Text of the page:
Skip to: Content
Skip to: Site Navigation
Skip to: Search


Page turners: Imperium

By Erik Spanberg / October 6, 2006



Robert Harris rose to prominence on the strength of several World War II historical novels, offering unique twists on what did happen – and what might have. Three years ago, though, the British author left the Nazis for Nero. That is, ancient Rome. After an initial foray ("Pompeii"), Harris returns with "Imperium," the first installment in a planned trilogy detailing the exploits of Cicero. The great Roman orator, lawyer, and politico comes to life in the suddenly rediscovered papers of Tiro, a satisfying riff on the real-life lost account of Cicero's dazzling career. Like the rest of the "Imperium" cast, the character of Tiro – based on his actual counterpart, who served as Cicero's secretary and slave for 36 years – conveys vivid, accurate depictions of Roman political intrigue through the use of historical research.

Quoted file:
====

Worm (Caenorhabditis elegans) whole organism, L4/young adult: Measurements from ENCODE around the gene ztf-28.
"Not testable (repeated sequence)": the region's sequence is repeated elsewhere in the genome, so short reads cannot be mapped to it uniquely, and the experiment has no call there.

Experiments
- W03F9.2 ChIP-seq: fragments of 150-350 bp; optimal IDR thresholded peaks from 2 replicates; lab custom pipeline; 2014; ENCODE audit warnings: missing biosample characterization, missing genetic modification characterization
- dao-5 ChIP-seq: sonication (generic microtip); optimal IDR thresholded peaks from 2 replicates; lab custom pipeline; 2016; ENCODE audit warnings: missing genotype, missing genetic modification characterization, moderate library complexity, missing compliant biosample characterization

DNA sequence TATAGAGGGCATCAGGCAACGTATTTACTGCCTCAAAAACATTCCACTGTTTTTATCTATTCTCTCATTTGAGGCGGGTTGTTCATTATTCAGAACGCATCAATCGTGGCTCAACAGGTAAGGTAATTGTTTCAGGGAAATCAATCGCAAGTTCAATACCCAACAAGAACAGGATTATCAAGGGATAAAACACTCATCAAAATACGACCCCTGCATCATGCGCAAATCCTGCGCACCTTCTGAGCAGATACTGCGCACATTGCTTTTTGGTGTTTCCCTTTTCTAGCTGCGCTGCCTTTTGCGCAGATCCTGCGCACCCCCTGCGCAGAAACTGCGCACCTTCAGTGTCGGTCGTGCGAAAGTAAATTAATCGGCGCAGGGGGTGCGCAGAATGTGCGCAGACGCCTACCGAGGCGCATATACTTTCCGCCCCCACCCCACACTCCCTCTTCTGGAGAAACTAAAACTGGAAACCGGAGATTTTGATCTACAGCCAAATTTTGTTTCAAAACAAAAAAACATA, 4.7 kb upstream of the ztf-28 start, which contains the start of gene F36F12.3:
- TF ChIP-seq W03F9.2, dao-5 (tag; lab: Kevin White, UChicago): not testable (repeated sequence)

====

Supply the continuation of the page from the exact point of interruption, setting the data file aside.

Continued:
Skip to next paragraph

Indeed, even as venerable historical figures (Julius Caesar, Cato) traipse across the stage, Tiro commands attention as a sage narrator and observer. Of his master's political ascent, Tiro writes, "Power brings a man many luxuries, but a clean pair of hands is seldom among them." Cicero's rise included ample setbacks, offset by a Clintonian blend of deft oratory and dogged determination. If Harris sustains his narrative momentum, this trilogy seems sure to garner him a crown as Lord of the Laurel. Grade: A

Permissions